Reports about new strains of the virus that causes COVID‑19 may have you worried or asking questions. What do these variants mean for the pandemic? Are they more dangerous? How can I keep my family healthy?
Unfortunately, the answers to many of these questions are still being uncovered.
"It's predictable that variants will emerge and continue to emerge. The discovery of the Omicron variant is yet the latest example of the evolution of the virus," says Jeffrey Kahn, M.D., Director of Infectious Disease at Children's Health℠ and Professor at UT Southwestern. "The big question is, how will variants, such as Omicron, change the arc of the pandemic? It's difficult to say. What we're seeing so far is that Omicron is spreading much more rapidly than previous variants. I encourage families to know that now is not the time to let our guard down."
Learn what we know about COVID‑19 variants so far and ways to help keep your family healthy.
What are variants of a virus?
Viruses commonly change or mutate as they spread. These changes can result in variants, which are versions of the virus that are not identical to their predecessor. Variants may have a different type of behavior or biological characteristic than the original virus.
"Variants essentially mean that the genome of the virus changed a little bit," explains Dr. Kahn. "This is very common with these types of viruses."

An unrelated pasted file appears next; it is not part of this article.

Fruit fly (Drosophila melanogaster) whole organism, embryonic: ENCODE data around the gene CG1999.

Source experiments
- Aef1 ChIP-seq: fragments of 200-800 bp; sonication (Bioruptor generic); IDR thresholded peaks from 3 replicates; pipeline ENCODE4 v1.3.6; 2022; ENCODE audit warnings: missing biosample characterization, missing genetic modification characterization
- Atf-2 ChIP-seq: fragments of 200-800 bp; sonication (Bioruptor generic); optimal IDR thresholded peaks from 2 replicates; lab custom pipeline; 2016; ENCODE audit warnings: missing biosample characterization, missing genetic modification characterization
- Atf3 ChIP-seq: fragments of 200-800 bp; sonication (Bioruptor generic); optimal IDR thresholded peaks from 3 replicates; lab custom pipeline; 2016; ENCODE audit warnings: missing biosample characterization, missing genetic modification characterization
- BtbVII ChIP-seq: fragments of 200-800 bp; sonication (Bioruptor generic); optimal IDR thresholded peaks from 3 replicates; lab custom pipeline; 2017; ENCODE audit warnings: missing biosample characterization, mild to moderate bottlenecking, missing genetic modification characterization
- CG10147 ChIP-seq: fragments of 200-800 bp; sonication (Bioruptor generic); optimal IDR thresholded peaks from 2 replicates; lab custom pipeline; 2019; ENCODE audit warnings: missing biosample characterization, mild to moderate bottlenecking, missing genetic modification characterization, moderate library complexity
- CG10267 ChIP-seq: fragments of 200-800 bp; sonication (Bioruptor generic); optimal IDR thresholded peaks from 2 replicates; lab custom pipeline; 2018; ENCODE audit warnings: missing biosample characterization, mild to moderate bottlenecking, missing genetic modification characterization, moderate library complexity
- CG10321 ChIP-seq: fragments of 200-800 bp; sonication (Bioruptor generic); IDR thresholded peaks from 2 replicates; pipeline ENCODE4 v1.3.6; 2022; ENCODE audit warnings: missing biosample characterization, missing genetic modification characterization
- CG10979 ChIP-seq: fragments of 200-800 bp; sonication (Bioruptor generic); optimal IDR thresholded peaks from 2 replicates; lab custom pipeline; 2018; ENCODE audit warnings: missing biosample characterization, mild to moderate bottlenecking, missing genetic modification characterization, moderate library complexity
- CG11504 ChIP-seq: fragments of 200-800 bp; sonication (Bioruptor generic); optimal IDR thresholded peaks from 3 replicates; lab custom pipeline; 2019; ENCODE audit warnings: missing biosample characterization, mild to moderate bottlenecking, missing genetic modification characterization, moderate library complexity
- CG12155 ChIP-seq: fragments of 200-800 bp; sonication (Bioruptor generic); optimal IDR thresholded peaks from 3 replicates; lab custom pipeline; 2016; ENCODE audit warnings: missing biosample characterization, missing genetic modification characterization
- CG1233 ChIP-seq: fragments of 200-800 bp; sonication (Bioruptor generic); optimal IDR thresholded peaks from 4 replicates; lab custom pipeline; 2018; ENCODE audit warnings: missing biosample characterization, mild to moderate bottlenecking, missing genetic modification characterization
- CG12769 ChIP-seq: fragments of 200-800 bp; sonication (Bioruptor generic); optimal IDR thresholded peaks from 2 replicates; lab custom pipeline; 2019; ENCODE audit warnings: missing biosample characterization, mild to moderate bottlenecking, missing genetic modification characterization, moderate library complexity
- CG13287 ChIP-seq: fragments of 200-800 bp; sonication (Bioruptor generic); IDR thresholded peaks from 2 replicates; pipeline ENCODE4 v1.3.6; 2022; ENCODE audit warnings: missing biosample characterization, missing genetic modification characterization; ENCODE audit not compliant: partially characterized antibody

Some variants may occur and never be detected before they disappear. Other variants may emerge and spread widely. We're currently seeing multiple variants of SARS-CoV-2 – the virus that causes COVID‑19 – around the globe, and there will likely be more.
"The longer we allow the virus to be transmitted in a population, the greater the likelihood of new variants emerging," Dr. Kahn says. "This is how viruses operate – they will continue to mutate as they spread. We have to take advantage of the opportunity we have now to reduce the spread of this virus, and that opportunity is vaccination."
What are current COVID‑19 variants?
Previous COVID‑19 variants have included Alpha (B.1.1.7), Beta (B.1.351) and Gamma (P.1) variants, which started spreading in December 2020 to January 2021. Currently spreading COVID‑19 variants include:
- Delta variant, or B.1.617.2, was first discovered in India in October 2020. It was first found in the United States in March 2021 and quickly became widespread.
- Omicron variant, or B.1.1.529, was first discovered in South Africa in November 2021. The first case in the U.S. was reported on December 1, 2021, and it is now widespread. As of mid-December, the Omicron variant became the most dominant strain in the U.S.
The Omicron variant is spreading more rapidly than previous variants, and has quickly surpassed the Delta variant in number of new cases in the U.S. This may be because the Omicron variant has more mutations in the spike protein than prior variants.
"What is striking about the Omicron variant is that it seems to be spreading much more rapidly than the Delta variant did, and there were less people immunized back when the Delta variant emerged," says Dr. Kahn. "This is concerning and means that an increasing number of people will be exposed to and infected with this virus."
Are COVID‑19 variants more dangerous?